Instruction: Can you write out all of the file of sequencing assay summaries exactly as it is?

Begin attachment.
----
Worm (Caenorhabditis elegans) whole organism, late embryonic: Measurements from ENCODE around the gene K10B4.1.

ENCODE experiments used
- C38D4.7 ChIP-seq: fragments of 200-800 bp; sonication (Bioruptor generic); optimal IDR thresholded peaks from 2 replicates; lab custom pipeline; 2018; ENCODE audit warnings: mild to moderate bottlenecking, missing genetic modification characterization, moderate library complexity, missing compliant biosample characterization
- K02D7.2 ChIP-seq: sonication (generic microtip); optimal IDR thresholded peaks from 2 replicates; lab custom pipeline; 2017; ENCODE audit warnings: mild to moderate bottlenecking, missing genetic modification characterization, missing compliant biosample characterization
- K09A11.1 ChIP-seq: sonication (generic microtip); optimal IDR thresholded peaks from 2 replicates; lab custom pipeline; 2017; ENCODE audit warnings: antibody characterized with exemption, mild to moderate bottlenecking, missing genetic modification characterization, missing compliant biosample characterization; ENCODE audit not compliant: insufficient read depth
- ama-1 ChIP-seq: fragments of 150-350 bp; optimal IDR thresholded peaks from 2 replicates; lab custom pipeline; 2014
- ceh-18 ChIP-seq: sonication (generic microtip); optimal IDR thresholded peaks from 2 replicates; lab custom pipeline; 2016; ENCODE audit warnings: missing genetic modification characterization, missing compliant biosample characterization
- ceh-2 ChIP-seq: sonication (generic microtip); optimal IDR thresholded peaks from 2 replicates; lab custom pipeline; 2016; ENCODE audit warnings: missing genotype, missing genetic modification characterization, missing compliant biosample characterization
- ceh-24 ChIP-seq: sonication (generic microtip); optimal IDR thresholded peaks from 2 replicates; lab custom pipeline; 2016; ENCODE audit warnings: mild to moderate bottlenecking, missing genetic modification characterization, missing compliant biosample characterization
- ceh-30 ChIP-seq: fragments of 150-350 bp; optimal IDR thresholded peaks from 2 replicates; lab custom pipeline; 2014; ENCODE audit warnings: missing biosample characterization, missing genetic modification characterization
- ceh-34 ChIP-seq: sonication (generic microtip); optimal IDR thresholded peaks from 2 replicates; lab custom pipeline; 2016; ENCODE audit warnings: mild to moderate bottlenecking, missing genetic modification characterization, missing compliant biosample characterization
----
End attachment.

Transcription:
Worm (Caenorhabditis elegans) whole organism, late embryonic: Measurements from ENCODE around the gene K10B4.1.

ENCODE experiments used
- C38D4.7 ChIP-seq: fragments of 200-800 bp; sonication (Bioruptor generic); optimal IDR thresholded peaks from 2 replicates; lab custom pipeline; 2018; ENCODE audit warnings: mild to moderate bottlenecking, missing genetic modification characterization, moderate library complexity, missing compliant biosample characterization
- K02D7.2 ChIP-seq: sonication (generic microtip); optimal IDR thresholded peaks from 2 replicates; lab custom pipeline; 2017; ENCODE audit warnings: mild to moderate bottlenecking, missing genetic modification characterization, missing compliant biosample characterization
- K09A11.1 ChIP-seq: sonication (generic microtip); optimal IDR thresholded peaks from 2 replicates; lab custom pipeline; 2017; ENCODE audit warnings: antibody characterized with exemption, mild to moderate bottlenecking, missing genetic modification characterization, missing compliant biosample characterization; ENCODE audit not compliant: insufficient read depth
- ama-1 ChIP-seq: fragments of 150-350 bp; optimal IDR thresholded peaks from 2 replicates; lab custom pipeline; 2014
- ceh-18 ChIP-seq: sonication (generic microtip); optimal IDR thresholded peaks from 2 replicates; lab custom pipeline; 2016; ENCODE audit warnings: missing genetic modification characterization, missing compliant biosample characterization
- ceh-2 ChIP-seq: sonication (generic microtip); optimal IDR thresholded peaks from 2 replicates; lab custom pipeline; 2016; ENCODE audit warnings: missing genotype, missing genetic modification characterization, missing compliant biosample characterization
- ceh-24 ChIP-seq: sonication (generic microtip); optimal IDR thresholded peaks from 2 replicates; lab custom pipeline; 2016; ENCODE audit warnings: mild to moderate bottlenecking, missing genetic modification characterization, missing compliant biosample characterization
- ceh-30 ChIP-seq: fragments of 150-350 bp; optimal IDR thresholded peaks from 2 replicates; lab custom pipeline; 2014; ENCODE audit warnings: missing biosample characterization, missing genetic modification characterization
- ceh-34 ChIP-seq: sonication (generic microtip); optimal IDR thresholded peaks from 2 replicates; lab custom pipeline; 2016; ENCODE audit warnings: mild to moderate bottlenecking, missing genetic modification characterization, missing compliant biosample characterization